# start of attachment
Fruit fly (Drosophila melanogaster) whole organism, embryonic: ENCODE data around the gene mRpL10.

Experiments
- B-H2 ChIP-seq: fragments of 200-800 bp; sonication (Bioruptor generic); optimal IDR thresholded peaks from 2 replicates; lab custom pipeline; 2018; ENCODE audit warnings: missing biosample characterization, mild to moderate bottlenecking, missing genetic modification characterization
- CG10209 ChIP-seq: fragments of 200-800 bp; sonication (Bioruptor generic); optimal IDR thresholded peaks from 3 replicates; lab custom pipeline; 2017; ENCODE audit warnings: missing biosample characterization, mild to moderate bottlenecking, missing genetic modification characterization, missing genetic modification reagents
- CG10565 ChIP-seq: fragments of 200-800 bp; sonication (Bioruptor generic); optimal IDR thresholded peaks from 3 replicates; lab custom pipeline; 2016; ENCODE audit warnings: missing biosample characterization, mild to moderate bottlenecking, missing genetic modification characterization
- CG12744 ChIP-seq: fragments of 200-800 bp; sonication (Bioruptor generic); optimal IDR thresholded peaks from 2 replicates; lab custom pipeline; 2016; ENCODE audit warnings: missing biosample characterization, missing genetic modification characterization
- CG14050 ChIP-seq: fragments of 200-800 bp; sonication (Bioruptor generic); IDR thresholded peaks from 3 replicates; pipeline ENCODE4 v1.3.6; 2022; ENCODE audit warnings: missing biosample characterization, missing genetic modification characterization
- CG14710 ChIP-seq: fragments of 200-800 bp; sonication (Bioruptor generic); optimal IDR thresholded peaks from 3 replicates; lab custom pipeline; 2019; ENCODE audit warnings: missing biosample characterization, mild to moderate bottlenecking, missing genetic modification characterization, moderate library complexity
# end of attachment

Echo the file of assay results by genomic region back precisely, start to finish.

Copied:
Fruit fly (Drosophila melanogaster) whole organism, embryonic: ENCODE data around the gene mRpL10.

Experiments
- B-H2 ChIP-seq: fragments of 200-800 bp; sonication (Bioruptor generic); optimal IDR thresholded peaks from 2 replicates; lab custom pipeline; 2018; ENCODE audit warnings: missing biosample characterization, mild to moderate bottlenecking, missing genetic modification characterization
- CG10209 ChIP-seq: fragments of 200-800 bp; sonication (Bioruptor generic); optimal IDR thresholded peaks from 3 replicates; lab custom pipeline; 2017; ENCODE audit warnings: missing biosample characterization, mild to moderate bottlenecking, missing genetic modification characterization, missing genetic modification reagents
- CG10565 ChIP-seq: fragments of 200-800 bp; sonication (Bioruptor generic); optimal IDR thresholded peaks from 3 replicates; lab custom pipeline; 2016; ENCODE audit warnings: missing biosample characterization, mild to moderate bottlenecking, missing genetic modification characterization
- CG12744 ChIP-seq: fragments of 200-800 bp; sonication (Bioruptor generic); optimal IDR thresholded peaks from 2 replicates; lab custom pipeline; 2016; ENCODE audit warnings: missing biosample characterization, missing genetic modification characterization
- CG14050 ChIP-seq: fragments of 200-800 bp; sonication (Bioruptor generic); IDR thresholded peaks from 3 replicates; pipeline ENCODE4 v1.3.6; 2022; ENCODE audit warnings: missing biosample characterization, missing genetic modification characterization
- CG14710 ChIP-seq: fragments of 200-800 bp; sonication (Bioruptor generic); optimal IDR thresholded peaks from 3 replicates; lab custom pipeline; 2019; ENCODE audit warnings: missing biosample characterization, mild to moderate bottlenecking, missing genetic modification characterization, moderate library complexity